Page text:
My journey back to film, by now I’m sure, is a common enough story; however it still surprises me every time I think about it.
As a child of the 70’s and 80’s with photography as one of the things we all did in our house, I was fascinated with cameras and used to handle my father’s Zeiss Ikon Ikonta and my brother’s Olympus OM-1 with reverence.
When I was lucky enough to afford my own first serious camera – a Minolta 7000 in 1988, it was like something from the future with its auto-focus and built-in motor drive. I subsequently moved on to Canon and has a few EOS cameras in the 1990’s. Like a lot of my peers in the 2000s, I (unwisely, as it turns out) ditched my film gear and moved to the world of digital where I have been for the last twenty years.
In late 2020, the camera club I’m a member of held a €20 film camera challenge and I bought a Nikon F65 on eBay for £15, shot a roll of Portra 160 and to say I was stunned by a) the quality of the images and b) by how much I enjoyed the whole experience is an understatement.
Researching the right camera, hunting for the best one at a good price and then bidding for the camera was great fun. I also enjoyed looking at the different film options and selecting what I thought would suit – the fact that film was still available and that there were a number of options in colour and black & white really surprised me.
Even more enjoyable was the shooting experience – the slow-down in taking pictures, the fact that it took me a couple of outings to get through a roll of film and then the anticipation of waiting for the scanned images to come through was such a different experience to blatting off 100’s of shots on an outing and then the instant gratification of either chimping on the back of the camera or loading into Lightroom and scanning through the shots. My initial films were colour with a few black and white – to my surprise, I have started to process and scan my own negatives and now shoot nearly exclusively in B&W. Re-learning the art of processing after a gap of 35 years was great and I really enjoy the anticipation of waiting to see the initial preview of the scans on the laptop.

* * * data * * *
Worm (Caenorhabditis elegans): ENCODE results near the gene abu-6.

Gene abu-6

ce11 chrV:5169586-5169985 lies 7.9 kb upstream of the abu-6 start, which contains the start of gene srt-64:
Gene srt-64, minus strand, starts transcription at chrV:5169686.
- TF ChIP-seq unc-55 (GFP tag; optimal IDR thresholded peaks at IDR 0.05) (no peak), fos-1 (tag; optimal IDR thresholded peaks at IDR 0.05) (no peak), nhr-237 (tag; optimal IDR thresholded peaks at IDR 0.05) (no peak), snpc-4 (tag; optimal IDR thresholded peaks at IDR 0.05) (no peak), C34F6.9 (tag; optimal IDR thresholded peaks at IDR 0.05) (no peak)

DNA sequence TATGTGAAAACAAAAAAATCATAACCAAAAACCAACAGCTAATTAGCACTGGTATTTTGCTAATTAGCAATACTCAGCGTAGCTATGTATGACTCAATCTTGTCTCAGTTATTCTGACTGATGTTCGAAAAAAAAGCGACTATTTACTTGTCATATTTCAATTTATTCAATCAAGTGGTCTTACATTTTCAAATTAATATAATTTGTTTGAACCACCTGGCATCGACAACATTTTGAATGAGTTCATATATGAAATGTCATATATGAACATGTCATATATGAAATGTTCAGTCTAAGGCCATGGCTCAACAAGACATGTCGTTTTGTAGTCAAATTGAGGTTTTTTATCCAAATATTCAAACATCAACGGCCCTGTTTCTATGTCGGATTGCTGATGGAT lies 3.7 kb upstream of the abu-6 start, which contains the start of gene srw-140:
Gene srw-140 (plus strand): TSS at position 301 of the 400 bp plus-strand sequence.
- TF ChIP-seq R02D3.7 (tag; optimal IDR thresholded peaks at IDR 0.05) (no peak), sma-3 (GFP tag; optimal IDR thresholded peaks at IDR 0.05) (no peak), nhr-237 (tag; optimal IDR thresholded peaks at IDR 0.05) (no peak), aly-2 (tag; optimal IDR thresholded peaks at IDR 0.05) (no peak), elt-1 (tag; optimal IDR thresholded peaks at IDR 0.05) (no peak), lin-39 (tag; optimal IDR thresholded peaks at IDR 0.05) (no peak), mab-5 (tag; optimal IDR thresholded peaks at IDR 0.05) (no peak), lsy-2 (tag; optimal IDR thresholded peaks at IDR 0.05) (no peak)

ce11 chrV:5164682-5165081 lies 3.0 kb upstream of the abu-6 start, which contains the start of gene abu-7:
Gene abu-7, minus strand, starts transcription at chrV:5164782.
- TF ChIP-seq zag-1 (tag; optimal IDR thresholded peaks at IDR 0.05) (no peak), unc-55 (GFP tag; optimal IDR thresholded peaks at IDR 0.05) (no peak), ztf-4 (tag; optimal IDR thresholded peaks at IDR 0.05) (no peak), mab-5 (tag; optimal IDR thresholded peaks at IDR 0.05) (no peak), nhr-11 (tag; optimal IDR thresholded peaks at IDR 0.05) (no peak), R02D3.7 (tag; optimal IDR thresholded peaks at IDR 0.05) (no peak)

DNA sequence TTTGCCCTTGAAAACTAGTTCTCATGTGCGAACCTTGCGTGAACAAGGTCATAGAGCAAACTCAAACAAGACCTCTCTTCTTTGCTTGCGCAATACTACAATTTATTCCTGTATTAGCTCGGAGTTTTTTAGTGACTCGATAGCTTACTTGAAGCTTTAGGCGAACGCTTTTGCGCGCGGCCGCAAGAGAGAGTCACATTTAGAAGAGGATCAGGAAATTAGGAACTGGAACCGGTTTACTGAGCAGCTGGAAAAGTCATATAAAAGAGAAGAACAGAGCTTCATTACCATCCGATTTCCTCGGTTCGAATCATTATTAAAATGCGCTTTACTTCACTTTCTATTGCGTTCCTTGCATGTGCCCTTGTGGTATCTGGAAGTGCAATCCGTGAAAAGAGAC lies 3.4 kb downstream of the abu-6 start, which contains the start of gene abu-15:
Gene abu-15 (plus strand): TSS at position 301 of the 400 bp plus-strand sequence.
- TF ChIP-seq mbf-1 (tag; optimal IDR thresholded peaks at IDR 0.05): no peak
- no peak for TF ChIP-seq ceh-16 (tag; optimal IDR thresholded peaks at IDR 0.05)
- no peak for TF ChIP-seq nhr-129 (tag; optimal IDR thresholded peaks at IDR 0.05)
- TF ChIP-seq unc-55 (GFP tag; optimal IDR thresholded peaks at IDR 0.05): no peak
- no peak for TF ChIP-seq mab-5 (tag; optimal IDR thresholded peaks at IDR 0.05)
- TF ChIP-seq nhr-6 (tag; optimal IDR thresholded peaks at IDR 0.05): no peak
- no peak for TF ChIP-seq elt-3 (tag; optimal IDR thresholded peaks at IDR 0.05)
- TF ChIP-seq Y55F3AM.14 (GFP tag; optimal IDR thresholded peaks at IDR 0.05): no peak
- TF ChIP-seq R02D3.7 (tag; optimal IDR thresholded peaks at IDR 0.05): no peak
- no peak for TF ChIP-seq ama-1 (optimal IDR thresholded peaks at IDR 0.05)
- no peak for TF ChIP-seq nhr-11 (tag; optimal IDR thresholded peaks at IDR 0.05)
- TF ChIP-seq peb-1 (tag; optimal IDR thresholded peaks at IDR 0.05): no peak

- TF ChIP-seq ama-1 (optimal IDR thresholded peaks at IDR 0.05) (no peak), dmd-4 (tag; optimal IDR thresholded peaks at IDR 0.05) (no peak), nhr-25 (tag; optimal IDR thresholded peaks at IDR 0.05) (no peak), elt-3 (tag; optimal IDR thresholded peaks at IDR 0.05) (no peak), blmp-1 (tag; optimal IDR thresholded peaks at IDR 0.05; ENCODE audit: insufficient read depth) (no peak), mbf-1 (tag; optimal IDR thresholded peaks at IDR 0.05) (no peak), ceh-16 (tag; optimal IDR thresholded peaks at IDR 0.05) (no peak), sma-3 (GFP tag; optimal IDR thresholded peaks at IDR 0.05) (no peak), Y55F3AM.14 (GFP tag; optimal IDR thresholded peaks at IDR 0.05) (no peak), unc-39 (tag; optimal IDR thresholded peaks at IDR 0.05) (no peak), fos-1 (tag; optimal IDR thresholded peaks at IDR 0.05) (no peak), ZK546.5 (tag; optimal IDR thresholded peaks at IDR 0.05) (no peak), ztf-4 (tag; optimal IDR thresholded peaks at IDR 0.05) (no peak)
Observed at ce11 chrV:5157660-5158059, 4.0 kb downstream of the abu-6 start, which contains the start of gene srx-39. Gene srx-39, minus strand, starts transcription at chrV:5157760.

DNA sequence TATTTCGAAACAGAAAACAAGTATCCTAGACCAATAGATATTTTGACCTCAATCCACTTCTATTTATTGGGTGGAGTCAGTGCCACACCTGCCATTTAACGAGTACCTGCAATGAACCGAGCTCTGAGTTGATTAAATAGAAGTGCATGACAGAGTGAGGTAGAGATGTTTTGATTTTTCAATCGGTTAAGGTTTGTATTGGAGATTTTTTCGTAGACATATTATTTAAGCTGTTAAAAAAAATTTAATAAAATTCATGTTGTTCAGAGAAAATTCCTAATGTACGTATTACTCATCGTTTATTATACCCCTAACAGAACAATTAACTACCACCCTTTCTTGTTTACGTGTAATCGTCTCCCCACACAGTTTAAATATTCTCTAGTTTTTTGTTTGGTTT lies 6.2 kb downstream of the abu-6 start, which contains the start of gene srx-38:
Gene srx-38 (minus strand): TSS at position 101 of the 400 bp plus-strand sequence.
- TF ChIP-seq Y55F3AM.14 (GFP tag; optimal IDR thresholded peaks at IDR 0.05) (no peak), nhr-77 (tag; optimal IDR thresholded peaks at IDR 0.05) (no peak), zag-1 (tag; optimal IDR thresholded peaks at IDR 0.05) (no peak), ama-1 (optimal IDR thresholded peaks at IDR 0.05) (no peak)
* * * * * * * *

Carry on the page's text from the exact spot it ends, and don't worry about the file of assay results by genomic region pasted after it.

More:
Since that initial road to Damascus film moment for me, I have ended up repeating the experience many times – researching and purchasing cameras and trying out different types of film. Where I can see value, I am looking at Nikon and Minolta SLRs. While I can see the attraction of point & shoots and rangefinder cameras, my photography DNA is rooted in SLRs going back a long way and I’m perhaps a bit blinkered in that respect. When you consider what excellent SLRs (and how many of them) you can buy for the price of a Contax T2..…perhaps that’s for another article.
This brings me to the Minolta XE1. I spotted one of these when leaving in my Nikon FE for a CLA. The guy in the repair shop had one on his desk and when I picked it up, I could immediately tell that this camera was different to anything I had seen before and in a class of its own above any of my other Minolta’s or Nikons (with the possible exception of my F3). When I got home later that day, I started to do a bit of research on the XE and learned all about the Leica / Minolta partnership that produced the XE. When I looked at the specifications, they were nothing to write home about and were in line with much of the competition at the time; electronic operation, aperture priority function, shutter speeds of 4 seconds to 1/1000th of a second, exposure compensation +/- 2 stops and using the Minolta CLC standard exposure metering (two readings -high and low and averaging). It uses the standard 1.5v LR/SR44 batteries (thankfully!) and has a very nice film advance indicator on the back of the camera.
I started to look for a good example for sale and was surprised and pleased to see that these very excellent cameras were available for less than €100. I found a German site selling one in what looked like excellent condition for €89, purchased it and eagerly awaited its arrival. It arrived a few weeks later and I was delighted with the condition – literally mint without so much as a mark on the base plate. The viewfinder was clear and bright, the shutter speeds at least sounded correct and the exposure meter measured up well against my DSLR meter. What is most evident when you hold the camera in your hands, operate the winder and the shutter release is the quality of the materials and construction that went into making the camera – there is a noticeable increase in quality over and above other similar cameras of its time.
I paired the XE1 with a Minolta 28mm 2.8 MD I had been using on my X-700, loaded in a roll of Ilford FP4 and shot the roll over the next few weeks in a few locations. The camera was a joy to use and feels absolutely natural in the hands. It is relatively large and heavy but still lighter and smaller than one of today’s DSLRs. The size and weight give it a solid, reassuring feel rather than it feeling like hanging a rock around your neck.
When I made my way through the film and processed/scanned , I was delighted with the results – exposures were correct and the lens had given me very sharp results with great contrast.
What would I improve on this camera ??? Probably nothing to be honest (other than what they did with the XD perhaps). I can’t understand why this camera and Minolta cameras in general seem to be sleepers in the re-emergence of film photography. It may be because the brand no longer exists ? It has to be remembered that Minolta were true innovators through several generations of cameras through the 60’s, 70’s and 80’s and their massive lens and accessory infrastructure was the match of other manufacturers of the time.